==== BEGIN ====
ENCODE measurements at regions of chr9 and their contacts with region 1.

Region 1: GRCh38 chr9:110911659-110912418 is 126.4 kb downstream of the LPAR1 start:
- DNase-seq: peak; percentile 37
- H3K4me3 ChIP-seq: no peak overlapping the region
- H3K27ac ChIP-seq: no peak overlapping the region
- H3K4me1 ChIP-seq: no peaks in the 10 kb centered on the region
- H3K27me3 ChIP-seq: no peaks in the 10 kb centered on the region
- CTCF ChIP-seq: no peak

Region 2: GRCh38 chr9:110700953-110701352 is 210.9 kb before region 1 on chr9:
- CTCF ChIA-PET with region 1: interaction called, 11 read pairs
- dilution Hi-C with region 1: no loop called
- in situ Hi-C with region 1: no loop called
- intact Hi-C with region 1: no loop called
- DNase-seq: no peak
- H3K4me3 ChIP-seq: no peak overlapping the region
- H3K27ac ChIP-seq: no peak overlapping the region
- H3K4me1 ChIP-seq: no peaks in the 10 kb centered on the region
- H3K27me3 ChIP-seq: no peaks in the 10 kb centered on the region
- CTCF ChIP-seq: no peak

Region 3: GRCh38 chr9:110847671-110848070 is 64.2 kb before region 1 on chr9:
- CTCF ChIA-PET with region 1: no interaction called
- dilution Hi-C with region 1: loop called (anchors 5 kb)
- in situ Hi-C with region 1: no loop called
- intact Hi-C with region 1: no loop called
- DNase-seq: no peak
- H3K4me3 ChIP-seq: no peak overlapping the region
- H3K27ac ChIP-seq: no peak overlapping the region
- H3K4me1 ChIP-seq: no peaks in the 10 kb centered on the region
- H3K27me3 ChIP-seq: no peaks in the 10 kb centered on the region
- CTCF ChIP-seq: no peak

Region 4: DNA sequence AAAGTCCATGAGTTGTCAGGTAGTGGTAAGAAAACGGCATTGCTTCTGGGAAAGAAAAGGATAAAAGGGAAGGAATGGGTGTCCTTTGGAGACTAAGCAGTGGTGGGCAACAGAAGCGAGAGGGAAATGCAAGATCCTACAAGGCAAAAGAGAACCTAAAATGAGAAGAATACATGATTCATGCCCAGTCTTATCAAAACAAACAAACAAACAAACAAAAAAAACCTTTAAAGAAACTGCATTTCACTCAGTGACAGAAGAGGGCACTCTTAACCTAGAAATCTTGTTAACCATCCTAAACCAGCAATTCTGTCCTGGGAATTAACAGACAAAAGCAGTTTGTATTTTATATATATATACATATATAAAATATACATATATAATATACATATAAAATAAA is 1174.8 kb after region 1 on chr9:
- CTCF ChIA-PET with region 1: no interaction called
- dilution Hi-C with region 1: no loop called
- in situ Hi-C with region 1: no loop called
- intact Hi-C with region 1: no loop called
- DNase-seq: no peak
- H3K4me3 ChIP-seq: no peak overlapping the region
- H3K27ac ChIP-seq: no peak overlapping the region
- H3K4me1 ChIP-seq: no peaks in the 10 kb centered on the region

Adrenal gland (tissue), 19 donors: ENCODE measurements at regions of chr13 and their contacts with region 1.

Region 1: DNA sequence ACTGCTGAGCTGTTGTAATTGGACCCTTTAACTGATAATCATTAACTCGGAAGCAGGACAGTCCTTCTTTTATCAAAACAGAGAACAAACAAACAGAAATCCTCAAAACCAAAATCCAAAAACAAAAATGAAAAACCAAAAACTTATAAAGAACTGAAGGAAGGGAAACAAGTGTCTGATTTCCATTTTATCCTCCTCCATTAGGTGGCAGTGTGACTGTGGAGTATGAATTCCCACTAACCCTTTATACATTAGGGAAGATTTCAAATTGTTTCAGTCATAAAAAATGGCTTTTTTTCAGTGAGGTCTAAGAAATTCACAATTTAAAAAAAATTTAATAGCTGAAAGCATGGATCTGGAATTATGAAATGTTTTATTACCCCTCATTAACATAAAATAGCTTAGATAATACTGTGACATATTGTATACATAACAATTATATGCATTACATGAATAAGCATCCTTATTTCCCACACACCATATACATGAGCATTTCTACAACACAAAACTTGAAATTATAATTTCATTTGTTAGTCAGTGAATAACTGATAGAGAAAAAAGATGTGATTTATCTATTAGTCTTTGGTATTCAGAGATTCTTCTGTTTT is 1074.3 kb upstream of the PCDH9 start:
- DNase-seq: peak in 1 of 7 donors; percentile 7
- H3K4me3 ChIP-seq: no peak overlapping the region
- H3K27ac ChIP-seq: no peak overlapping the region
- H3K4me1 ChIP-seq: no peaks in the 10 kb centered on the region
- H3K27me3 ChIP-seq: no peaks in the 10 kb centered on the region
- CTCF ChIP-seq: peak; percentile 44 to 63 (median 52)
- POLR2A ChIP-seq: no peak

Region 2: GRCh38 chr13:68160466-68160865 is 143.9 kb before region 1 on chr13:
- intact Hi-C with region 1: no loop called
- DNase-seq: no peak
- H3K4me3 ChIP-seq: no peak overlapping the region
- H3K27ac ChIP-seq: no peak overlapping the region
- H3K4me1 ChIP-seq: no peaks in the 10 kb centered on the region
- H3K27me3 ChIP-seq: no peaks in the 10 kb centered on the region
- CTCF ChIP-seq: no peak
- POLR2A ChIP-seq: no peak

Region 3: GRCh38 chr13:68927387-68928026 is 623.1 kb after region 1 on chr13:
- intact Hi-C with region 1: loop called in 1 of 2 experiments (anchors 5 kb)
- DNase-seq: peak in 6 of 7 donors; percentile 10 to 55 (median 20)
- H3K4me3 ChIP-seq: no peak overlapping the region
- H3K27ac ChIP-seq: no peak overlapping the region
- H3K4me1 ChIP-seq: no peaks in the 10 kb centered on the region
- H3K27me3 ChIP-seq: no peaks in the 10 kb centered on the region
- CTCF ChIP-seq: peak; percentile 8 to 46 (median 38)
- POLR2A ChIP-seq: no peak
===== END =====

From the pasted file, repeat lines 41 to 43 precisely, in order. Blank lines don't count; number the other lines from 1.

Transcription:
Region 1: DNA sequence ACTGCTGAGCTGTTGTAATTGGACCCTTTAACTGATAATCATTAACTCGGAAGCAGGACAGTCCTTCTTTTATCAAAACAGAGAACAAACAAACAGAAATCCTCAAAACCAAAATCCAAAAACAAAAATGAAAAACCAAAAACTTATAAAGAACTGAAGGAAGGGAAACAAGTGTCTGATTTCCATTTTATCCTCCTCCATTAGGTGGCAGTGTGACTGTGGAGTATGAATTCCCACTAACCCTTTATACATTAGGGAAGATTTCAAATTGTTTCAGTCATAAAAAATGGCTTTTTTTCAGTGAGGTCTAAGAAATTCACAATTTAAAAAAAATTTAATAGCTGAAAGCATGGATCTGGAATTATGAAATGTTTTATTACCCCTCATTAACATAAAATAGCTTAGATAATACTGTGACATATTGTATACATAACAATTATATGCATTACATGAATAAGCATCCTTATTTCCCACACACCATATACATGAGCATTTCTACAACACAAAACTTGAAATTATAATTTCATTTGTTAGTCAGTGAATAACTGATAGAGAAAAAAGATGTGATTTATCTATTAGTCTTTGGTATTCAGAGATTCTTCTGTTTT is 1074.3 kb upstream of the PCDH9 start:
- DNase-seq: peak in 1 of 7 donors; percentile 7
- H3K4me3 ChIP-seq: no peak overlapping the region